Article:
- There’s no Oregon “kicker” this year. The kicker was a pretty big tax credit for most of you on your 2019 tax return, but it’s an every-other-year thing, so — nothing for tax year 2020. This is going to flip a lot of you from getting an Oregon refund (2019) to owing Oregon tax (2020).
- Contributing to someone’s GoFundMe is not tax-deductible. You’ve probably heard that more people are going to be able to claim a deduction for charitable giving this year, but as always, the donations must have been made to 501(c)(3) organizations. Gifts to individuals, or to non-501(c)(3) organizations, are not deductible. Nor are raffle ticket purchases, auction purchases (usually), or the value of your own time.
- Your employer may have deferred withholding your payroll taxes. This particular aspect of the CARES Act is incredibly confusing and has the potential to make things messy, especially if you had more than one employer. The short of it: for some of you, filing an amended tax return later in the year, or next year, is going to be unavoidable. I’ll let you know.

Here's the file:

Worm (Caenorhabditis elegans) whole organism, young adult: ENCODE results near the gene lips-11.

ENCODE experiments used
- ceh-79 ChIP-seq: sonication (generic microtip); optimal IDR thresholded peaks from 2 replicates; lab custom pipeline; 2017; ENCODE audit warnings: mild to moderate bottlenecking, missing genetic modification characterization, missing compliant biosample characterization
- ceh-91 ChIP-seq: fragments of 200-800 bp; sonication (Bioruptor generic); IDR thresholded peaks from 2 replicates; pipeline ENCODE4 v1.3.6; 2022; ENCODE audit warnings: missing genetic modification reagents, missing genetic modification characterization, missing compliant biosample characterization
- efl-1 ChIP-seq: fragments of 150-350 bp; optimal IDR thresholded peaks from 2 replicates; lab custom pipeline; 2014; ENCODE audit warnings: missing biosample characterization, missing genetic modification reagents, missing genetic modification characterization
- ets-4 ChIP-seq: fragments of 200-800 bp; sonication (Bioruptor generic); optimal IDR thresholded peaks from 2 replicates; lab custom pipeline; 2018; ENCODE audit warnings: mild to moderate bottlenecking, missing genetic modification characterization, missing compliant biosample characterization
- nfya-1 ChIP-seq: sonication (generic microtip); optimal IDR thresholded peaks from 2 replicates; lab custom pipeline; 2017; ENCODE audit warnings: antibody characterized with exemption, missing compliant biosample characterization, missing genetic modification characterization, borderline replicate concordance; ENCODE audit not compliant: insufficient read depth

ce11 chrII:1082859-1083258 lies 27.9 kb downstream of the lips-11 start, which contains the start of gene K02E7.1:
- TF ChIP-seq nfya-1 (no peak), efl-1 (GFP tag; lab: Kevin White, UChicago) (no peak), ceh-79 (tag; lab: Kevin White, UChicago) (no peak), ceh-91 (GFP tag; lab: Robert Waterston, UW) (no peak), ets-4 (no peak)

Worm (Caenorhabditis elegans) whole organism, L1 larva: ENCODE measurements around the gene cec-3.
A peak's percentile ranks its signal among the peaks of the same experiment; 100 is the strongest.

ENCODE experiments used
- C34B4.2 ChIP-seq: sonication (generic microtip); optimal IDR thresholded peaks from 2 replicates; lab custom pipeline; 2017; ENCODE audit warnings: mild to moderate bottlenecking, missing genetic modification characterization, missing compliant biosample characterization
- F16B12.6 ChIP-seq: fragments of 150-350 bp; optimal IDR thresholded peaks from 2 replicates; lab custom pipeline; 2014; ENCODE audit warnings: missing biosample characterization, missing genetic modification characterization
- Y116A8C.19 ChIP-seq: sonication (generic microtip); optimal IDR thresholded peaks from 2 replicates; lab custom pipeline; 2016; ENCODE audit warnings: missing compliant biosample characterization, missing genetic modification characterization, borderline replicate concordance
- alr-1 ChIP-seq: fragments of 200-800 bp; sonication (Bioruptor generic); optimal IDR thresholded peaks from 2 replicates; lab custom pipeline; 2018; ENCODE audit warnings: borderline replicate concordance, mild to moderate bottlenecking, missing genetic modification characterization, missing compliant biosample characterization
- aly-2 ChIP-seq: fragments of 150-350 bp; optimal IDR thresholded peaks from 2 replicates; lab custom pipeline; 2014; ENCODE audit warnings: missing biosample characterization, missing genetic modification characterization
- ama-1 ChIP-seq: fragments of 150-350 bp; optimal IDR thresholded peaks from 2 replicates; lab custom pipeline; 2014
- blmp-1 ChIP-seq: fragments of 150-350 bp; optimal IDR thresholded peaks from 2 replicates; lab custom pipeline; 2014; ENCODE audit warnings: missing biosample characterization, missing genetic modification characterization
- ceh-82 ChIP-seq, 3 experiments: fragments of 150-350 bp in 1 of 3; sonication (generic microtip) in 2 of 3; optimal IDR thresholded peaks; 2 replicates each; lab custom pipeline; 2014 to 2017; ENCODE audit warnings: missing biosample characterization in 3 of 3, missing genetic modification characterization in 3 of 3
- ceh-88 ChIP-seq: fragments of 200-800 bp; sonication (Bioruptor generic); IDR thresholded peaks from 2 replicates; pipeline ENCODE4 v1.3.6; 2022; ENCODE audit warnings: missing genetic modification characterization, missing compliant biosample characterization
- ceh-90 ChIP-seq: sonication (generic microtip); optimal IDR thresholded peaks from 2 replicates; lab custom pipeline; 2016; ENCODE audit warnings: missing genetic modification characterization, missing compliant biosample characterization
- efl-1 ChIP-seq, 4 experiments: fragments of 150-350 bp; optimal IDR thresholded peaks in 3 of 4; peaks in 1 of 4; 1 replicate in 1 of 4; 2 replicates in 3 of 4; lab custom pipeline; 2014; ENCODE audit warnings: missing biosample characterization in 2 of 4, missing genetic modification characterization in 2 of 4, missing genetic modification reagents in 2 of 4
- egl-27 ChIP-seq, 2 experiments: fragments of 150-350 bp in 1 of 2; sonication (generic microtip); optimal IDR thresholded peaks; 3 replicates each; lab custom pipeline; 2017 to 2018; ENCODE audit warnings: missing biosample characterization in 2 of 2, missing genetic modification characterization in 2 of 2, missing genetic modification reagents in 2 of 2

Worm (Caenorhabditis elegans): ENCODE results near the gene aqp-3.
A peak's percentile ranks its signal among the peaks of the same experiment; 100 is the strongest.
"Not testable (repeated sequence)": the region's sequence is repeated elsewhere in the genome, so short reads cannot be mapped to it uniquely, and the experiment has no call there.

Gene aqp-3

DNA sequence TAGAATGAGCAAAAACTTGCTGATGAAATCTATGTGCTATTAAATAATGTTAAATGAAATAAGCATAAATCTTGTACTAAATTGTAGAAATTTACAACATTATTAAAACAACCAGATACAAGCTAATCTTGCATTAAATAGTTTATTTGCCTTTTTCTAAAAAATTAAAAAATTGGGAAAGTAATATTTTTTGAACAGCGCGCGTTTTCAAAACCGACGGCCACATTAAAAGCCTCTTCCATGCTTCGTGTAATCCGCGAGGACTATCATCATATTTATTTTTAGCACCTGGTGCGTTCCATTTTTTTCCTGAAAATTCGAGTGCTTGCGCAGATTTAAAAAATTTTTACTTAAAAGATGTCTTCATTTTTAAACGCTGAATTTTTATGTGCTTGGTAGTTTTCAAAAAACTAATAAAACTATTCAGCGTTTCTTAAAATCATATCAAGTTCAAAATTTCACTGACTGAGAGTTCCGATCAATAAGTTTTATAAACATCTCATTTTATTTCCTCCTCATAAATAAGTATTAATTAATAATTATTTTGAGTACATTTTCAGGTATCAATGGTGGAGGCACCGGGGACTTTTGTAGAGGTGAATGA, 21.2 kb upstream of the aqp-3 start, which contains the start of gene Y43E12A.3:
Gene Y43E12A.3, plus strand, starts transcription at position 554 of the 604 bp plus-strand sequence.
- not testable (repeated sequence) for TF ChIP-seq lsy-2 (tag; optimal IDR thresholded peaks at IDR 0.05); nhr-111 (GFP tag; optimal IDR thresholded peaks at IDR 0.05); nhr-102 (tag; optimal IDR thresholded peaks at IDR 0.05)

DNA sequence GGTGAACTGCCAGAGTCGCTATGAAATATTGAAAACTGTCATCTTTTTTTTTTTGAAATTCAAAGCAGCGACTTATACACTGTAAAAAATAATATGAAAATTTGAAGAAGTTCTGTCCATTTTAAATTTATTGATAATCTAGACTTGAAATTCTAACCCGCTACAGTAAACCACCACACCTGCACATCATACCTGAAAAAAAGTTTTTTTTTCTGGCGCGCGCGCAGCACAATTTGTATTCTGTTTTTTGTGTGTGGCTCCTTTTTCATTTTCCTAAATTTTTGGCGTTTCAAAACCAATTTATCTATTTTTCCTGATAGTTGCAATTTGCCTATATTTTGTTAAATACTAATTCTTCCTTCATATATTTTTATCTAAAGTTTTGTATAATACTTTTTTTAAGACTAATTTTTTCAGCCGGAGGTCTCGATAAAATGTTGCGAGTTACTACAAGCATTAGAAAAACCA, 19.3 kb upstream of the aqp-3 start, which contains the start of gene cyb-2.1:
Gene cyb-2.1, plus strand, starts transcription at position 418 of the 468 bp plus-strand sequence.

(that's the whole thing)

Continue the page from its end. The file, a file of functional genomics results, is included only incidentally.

There’s always more, of course, but I’ll leave it at that and deal with the rest on an individual basis.
If you have questions about any of the above, feel free to ask now, or (preferably, for the sake of consolidation) you can wait until you’re ready to send me your tax info.
Happy February! The days are getting longer, spring is coming…